“Oh, check out this one. It will look great on you,” Reagan says in a loud, raspy voice as she pulls a Barbie-pink backpack off a hook. We’ve been inside this specialty outdoor gear store for all of ten minutes, and she’s already filled up a shopping cart with enough hiking gear to outfit the Donner Party. The store’s owner is probably counting up the total in his head and putting a down payment on a new house. Reagan’s mom gave her a credit card and told her to go wild.
Must be nice.
“Jesus! Look at the price tag. It’s too expensive,” I tell her. It’s one of those structured backpacks that covers your entire back from head to butt and holds whatever it is that backpackers need when they’re hiking—sleeping bags and tent poles, things like that.
“Mom said we could buy anything, as long as it’s in this store,” Reagan argues, giving me a mischievous look as she swings a light brown ponytail over one shoulder. “She will regret that. Besides, my dad just made a shitload of money on the stock market. Why do you think my parents suddenly decided to fly to Switzerland? They can afford a couple of backpacks.”
“There’re four in the cart already,” I point out.
Four backpacks. Three tents. Hiking sticks. Sleeping bags. Headlamps. And a set of enamel cookware, because it was “cute.”
“We’ll be needing it,” she says casually.
“I thought this was glamping,” I argue. “Your mom told my mom that the tents are already set up and that all the meals were provided.”
Reagan pushes the shopping cart into an outdoor clothing area. “Yeah, I stayed there last year for my sixteenth birthday. The compound has really nice yurts.”
“Yurt,” she enunciates, pretending to snap at my nose with her teeth. “They’re giant round tents. You could host a huge party inside one. Anyway, the tents we’re buying today are for the backcountry trip we’re taking.”
I don’t like the sound of that. “No one mentioned this.”
“It’s just walking, Zorie. Anyone can do it.”
I snort. “Says the athlete who gets up every morning at the butt crack of dawn to exercise.”
A tortured look clouds her eyes. Is she thinking about her Olympic failure? I think of what Mom said about Reagan struggling, and I immediately regret teasing her.
“I suppose you’re right,” I say quickly. “It’s just walking.”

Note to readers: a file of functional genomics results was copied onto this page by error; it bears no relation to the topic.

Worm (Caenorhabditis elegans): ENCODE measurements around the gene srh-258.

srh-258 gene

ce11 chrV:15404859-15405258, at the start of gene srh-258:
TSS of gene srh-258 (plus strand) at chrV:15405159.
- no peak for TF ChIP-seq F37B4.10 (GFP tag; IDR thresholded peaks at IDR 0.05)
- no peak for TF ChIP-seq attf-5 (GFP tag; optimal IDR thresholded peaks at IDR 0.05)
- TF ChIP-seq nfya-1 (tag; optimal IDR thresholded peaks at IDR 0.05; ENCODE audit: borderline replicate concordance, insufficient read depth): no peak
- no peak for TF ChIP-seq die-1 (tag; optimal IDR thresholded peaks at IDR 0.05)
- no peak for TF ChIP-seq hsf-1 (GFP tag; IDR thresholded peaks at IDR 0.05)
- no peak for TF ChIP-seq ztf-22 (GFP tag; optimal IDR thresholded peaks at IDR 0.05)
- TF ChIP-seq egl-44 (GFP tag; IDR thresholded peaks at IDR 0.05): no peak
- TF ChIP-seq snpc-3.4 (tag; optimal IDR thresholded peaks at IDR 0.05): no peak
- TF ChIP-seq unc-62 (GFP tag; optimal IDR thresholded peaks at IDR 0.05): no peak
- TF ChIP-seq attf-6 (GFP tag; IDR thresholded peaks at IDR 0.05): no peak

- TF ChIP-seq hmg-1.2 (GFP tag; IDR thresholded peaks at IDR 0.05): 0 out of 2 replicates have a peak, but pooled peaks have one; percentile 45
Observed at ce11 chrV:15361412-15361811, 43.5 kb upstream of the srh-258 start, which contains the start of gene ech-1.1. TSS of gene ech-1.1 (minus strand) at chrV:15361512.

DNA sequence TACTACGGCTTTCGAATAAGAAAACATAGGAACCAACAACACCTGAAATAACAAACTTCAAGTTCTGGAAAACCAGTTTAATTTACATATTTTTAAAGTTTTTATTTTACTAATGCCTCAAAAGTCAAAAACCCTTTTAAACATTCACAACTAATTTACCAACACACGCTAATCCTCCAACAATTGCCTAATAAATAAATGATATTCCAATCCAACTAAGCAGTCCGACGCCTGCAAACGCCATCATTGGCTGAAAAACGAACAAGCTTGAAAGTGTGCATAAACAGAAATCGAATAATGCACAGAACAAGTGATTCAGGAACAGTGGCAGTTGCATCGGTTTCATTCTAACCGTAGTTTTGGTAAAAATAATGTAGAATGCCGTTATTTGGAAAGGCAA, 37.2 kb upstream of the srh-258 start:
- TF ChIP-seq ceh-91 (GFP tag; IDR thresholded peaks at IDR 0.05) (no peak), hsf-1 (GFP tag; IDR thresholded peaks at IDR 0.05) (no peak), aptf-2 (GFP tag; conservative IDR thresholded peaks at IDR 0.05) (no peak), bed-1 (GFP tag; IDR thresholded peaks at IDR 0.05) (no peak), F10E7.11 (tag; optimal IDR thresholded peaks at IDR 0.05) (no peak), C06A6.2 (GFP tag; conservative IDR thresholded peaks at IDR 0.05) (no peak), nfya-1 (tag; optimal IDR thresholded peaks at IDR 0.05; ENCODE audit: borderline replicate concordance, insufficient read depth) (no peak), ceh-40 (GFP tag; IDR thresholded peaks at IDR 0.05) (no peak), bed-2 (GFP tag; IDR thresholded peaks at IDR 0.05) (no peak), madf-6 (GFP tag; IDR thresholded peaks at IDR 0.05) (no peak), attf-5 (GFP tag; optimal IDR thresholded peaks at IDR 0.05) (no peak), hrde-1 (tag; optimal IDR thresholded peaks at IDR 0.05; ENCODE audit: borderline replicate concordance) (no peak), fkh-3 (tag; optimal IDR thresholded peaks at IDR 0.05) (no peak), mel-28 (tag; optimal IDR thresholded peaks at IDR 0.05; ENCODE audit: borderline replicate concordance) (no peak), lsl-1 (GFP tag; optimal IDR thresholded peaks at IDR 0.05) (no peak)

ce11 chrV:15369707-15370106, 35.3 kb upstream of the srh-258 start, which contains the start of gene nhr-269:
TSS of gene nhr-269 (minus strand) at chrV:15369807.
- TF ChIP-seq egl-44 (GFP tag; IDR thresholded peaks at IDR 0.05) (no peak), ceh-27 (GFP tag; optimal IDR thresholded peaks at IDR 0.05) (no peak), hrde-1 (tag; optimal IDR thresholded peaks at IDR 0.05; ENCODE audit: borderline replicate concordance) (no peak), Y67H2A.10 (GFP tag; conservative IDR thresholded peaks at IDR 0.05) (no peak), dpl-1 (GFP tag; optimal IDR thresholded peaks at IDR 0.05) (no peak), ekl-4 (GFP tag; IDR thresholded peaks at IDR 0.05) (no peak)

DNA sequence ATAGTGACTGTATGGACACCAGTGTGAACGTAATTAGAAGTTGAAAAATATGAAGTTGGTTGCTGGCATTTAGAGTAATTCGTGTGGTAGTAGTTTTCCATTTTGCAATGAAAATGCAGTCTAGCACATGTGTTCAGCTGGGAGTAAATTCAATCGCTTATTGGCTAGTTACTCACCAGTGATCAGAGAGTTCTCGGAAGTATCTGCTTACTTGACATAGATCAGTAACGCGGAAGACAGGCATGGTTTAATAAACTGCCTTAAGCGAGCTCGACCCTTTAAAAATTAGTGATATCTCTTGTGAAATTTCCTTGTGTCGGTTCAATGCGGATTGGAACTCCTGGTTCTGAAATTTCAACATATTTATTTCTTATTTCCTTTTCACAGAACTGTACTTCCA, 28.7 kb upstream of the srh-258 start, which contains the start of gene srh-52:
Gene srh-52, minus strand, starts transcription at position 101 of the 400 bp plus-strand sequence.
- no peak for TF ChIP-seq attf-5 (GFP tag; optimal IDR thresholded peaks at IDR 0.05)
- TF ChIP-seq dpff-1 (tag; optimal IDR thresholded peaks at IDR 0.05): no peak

Reagan glances down at my plaid skirt and surveys my bare legs. “Hiking will do you good.”
I’m not sure what she means by this, but I choose to ignore it, and instead route the conversation in a different direction. “You’re planning on pitching tents in the wilderness? Like, with wild animals and stuff?”
Reagan smacks her gum and wheels up to a display of hiking boots. On the nearby wall is a giant poster of pretty models dressed in flannel, grinning with perfect teeth as they brave the wilds of their photo shoot, pretending to be roughing it. “There are a zillion campgrounds in King’s Forest. I’m sure we’ll be sleeping in one of them,” she assures me. “At least, I think so. I don’t know. All I’ve been told is that the place we’re going is a couple hours’ walk from the main compound. Your average Silicon Valley wannabe hikers don’t know about it. We’re talking totally off trail, baby.”
Off trail sounds awful. Unlike Reagan, I don’t have boundless natural energy and calves of steel. I need to be where there’s caffeine in walking distance, not fighting off bears and mosquitoes. I make a face at Reagan.
“We can be as loud as we want and no ranger will be there to shush us,” Reagan says in her big, raspy voice. “The people who run the glamping compound are nice, but they know my parents. We can’t really let loose around them, you know? I don’t need them giving my mom a report card on our activities.”
Now I’m wondering what kinds of activities she has in mind.